By Aira Calina | Photos courtesy of Canva
2021. What a great year for the social media landscape. A year after the most (or least, literally) eventful one of most of our lives, a lot of things—businesses, companies, individual lives—have found a way to make do with the cards we’d all been dealt.
There is an observable rise in small business activity, and there is a swell in people tapping into their inner artists for the first time or revisiting old creative hobbies. As a result, a lot of these artistic solopreneurs have racked up their wits to establish their presence online with trendy and inviting graphics. Those who are not skilled to work big software like the Adobe programs have a handy tool up their sleeves: Canva.
So, what is Canva?
In the simplest of terms, Canva is a graphic designing platform that allows users to either make something from scratch or edit high-quality templates to fit their purpose or image.
Users can quickly make a free account and get to creating anything from social media posts, logos, and printable collaterals, to slide presentations and resumes, and just about everything in between. And the templates? They’re nothing like the ones you find in MS Office applications (sorry, Bill, but you should really think about upping your template game a bit, you know?).
I’ve personally used so many of their templates because they fit the aesthetics I’m looking for at any given time, and I have a lot; I got at least one for each of my many personalities. With some tweaks and adjustments, I’m always able to create something I would’ve only hoped to produce without Canva.
Before we get way off track, what I really want to say is that Canva is the perfect tool for today’s youth and young-at-heart, and basically anyone who has any need to put out some sort of visual signal. It’s also a godsend for wannabe graphic artists (no shade, I’m talking about me too) who want a hand at making something digital.
Zero experience? Use templates as they are. Know a few things about design principles? Fix up the premade graphics. A master at design who’s short on time but couldn’t get to a desktop soon enough? Start from scratch and make use of the thousands of awesome elements in-app.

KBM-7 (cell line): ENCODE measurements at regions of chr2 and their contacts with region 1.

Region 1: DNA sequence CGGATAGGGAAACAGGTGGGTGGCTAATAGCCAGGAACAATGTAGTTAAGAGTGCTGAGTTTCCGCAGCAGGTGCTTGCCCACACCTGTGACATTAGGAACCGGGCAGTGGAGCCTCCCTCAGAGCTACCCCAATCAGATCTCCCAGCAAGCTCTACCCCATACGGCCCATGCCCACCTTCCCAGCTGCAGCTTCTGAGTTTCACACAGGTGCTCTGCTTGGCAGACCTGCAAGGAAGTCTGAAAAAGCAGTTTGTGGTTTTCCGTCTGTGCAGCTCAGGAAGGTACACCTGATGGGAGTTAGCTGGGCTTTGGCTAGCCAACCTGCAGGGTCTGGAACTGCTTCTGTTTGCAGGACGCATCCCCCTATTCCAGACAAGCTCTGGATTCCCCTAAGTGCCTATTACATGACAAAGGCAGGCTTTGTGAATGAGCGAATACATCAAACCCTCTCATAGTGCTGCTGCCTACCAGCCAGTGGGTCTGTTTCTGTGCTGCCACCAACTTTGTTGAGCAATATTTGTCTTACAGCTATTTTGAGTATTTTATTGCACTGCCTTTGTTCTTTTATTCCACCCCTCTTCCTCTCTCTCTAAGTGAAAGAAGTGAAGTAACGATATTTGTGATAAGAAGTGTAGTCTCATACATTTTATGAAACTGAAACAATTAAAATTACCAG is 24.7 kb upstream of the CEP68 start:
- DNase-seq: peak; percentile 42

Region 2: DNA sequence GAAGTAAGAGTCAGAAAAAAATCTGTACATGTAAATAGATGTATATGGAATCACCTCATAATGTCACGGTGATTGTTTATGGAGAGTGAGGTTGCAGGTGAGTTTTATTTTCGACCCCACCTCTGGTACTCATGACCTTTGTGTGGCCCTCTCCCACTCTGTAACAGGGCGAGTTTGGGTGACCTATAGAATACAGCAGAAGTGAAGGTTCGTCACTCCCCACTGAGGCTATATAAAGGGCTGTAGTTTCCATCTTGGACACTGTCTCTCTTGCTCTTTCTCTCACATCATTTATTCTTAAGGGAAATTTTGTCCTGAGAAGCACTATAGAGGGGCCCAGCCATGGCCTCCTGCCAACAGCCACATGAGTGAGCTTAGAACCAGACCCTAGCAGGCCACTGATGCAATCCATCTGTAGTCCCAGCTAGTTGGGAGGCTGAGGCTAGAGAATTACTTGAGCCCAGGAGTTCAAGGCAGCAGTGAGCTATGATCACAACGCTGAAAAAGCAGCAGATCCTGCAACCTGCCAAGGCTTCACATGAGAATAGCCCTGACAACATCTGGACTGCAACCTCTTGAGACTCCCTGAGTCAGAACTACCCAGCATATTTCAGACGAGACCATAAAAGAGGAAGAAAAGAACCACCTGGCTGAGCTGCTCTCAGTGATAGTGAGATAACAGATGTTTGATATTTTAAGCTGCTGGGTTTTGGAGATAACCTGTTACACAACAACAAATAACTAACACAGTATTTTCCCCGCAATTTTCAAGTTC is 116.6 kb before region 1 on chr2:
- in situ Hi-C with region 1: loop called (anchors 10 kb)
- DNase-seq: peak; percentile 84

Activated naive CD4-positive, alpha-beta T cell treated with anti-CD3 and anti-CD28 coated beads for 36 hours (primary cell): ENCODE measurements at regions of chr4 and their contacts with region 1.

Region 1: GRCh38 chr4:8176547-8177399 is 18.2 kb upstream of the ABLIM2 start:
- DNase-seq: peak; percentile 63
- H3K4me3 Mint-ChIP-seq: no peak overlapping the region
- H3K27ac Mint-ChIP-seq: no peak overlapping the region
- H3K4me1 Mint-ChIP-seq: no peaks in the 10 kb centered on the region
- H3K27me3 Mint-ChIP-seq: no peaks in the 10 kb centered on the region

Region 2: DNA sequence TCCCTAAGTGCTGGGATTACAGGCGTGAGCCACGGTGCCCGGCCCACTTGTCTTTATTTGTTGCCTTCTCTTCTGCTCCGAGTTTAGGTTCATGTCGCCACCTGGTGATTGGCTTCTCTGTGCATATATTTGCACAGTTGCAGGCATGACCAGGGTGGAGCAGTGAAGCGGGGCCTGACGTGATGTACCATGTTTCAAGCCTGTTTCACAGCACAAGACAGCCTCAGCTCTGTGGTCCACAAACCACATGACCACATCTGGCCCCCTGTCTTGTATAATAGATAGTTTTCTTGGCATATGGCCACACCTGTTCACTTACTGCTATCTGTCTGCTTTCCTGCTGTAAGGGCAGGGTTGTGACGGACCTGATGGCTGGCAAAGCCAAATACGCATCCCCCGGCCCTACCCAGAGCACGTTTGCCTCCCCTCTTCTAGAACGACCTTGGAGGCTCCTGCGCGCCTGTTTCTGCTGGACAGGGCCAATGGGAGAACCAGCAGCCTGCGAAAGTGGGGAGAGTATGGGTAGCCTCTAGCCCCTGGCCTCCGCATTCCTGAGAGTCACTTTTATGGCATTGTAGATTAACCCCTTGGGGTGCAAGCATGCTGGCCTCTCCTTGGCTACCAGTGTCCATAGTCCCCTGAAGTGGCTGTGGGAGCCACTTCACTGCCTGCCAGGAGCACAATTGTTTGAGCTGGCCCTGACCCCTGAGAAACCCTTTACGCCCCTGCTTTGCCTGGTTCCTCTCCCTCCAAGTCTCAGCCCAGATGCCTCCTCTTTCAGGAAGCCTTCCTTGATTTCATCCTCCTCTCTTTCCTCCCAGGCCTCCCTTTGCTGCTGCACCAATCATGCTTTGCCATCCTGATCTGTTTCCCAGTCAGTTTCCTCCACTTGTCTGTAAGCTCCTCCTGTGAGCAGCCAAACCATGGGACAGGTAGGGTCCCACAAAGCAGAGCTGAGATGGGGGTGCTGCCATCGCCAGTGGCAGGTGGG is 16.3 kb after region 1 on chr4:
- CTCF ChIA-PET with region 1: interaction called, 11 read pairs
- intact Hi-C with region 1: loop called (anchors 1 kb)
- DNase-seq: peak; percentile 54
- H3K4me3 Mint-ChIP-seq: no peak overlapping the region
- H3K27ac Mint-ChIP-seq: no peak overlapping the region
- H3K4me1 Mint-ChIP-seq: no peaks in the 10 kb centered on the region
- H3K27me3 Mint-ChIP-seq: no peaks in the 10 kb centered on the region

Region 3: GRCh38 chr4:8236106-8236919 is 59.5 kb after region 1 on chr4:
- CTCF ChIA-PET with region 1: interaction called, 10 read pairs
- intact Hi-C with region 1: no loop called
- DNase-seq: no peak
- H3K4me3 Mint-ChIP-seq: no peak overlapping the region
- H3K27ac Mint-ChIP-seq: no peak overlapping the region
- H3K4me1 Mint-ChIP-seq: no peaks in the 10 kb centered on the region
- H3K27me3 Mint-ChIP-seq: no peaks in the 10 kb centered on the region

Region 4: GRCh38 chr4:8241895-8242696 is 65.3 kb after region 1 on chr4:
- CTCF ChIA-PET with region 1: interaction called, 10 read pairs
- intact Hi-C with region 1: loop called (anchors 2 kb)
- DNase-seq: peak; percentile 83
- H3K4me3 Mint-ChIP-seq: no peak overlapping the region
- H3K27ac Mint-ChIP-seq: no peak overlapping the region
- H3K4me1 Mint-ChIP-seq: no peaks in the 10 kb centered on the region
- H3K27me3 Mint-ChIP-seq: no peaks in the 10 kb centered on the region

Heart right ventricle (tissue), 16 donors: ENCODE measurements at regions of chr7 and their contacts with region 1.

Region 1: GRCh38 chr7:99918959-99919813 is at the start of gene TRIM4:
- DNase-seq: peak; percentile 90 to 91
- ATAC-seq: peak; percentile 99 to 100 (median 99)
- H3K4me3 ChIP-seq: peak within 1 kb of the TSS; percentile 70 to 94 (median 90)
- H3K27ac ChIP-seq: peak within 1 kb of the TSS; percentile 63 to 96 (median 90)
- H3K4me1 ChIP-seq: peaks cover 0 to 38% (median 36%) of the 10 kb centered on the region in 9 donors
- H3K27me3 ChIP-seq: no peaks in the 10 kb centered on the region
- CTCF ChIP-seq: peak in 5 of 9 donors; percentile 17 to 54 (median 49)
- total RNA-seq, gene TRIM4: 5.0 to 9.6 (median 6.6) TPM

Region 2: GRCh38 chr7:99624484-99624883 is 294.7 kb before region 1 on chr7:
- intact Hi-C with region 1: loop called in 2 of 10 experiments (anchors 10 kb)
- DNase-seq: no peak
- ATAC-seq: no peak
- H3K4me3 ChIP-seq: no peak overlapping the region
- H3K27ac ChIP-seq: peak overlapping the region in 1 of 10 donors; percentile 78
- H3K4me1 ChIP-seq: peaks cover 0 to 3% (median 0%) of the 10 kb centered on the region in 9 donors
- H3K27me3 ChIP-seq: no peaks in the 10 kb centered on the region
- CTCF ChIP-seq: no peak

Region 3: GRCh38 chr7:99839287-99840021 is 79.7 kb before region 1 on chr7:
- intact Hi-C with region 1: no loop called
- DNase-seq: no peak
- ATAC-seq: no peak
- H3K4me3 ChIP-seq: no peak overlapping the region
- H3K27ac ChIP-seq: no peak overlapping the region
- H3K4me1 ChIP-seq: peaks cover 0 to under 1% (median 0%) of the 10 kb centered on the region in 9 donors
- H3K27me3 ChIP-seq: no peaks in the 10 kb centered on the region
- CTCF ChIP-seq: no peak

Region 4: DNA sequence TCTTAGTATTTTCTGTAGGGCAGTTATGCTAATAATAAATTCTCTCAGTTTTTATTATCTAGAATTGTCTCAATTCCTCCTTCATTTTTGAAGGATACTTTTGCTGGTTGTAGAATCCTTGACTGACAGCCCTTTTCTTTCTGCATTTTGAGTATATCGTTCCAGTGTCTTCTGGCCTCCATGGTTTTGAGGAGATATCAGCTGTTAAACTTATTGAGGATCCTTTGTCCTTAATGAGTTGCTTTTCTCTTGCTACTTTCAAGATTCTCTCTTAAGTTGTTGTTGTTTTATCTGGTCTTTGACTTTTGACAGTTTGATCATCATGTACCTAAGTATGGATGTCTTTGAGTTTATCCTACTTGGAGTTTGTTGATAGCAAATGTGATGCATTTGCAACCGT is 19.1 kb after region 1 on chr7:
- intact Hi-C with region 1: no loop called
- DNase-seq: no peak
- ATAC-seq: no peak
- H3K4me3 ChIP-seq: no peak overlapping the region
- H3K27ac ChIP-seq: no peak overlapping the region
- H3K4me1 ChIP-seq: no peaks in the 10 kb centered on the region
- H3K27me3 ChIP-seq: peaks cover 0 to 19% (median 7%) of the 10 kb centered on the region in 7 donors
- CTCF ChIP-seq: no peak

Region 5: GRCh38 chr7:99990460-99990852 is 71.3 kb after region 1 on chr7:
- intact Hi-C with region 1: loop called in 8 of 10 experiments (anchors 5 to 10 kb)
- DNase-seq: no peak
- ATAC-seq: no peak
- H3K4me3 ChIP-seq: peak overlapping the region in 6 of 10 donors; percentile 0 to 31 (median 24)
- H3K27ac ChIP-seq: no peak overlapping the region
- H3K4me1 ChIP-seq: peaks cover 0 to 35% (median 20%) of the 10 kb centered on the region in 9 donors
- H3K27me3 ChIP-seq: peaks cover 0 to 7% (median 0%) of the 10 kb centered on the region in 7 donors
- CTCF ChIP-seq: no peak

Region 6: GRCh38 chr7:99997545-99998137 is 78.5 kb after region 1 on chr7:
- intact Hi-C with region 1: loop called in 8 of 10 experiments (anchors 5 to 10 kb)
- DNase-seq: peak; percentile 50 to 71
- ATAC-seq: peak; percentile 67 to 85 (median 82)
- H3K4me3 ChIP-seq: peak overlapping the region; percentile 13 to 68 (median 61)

I’m telling you, the possibilities are essentially endless.
What does the emergence of Canva mean for the designing industry?
Short answer is nothing, at least not in the way one might think. Though there certainly is a lot that you can do with Canva, there’s also tons of projects for which you would need the big guys.
Canva isn’t trying to pull down the more sophisticated design programs out there, nor is it out to get those who have put in the time, money, and effort to properly study design. Canva exists to provide more options and for more people.
So all this talk about Canva and its greatness isn’t unfounded, nor is the platform overhyped. It offers features that both novices and experts can use, and that’s what makes it so charming.
Intrigued yet? Wait till you hear about Canva Pro.
Here’s a short storytime. Back when I first used Canva some two years ago, I was happy with my free account. I had access to so many amazing features that I genuinely didn’t think going premium would make a difference.
In 2020, I met someone who was then running an online shop of hand-painted pots (hi @clever.artsph!). Apparently, she was using Canva Pro for all her posts. I scrolled through her business’s Instagram and found the posts really pretty, but I still wasn’t sold. I mean, what else could I do with a paid account that I can’t already with a free one? I didn’t know it yet, but my artsy life was about to take a change for the better.
Carla didn’t let up and I’m glad I let myself be lured into the Pro world.
Me, knowing nothing but looking smug: Ganahan raman ko’s Canva free nako. Like, daghan rako’g mabuhat. Kontento rako. (I like my free Canva just fine. Like, there’s lots of things I can do. I’m fine with it.)
Carla, knowing I know nothing and stepping up: Hmm, pero nakasuway naka’g Pro? (Hmm, but have you tried Pro?)
And I hate not being to say anything back, but all I could do then was smirk because, wow, she got me.
That same night, I signed up for a Pro account. I haven’t looked back since.
Canva had been a helpful tool in building The Love Club and The Local Creatives. If you want to try out Canva, use our link and get 30 days Canva Pro for FREE!
Aira Calina is a Cebuana writer and artist who likes to start things but has trouble finishing them. Eventually, she does. And while she’s currently looking for the next hobby to learn, she runs an Instagram “art” page, @indiegf_, and a blog that needs serious updating, indiegoldfish.blogspot.com. Aira is Team Love Club.
Disclaimer: This article is an independent publication and has not been authorized, sponsored, or otherwise approved by Canva. We are merely sharing our thoughts about the platform, hoping that it will be useful to our readers. Canva is a trademark of Canva Pty Ltd.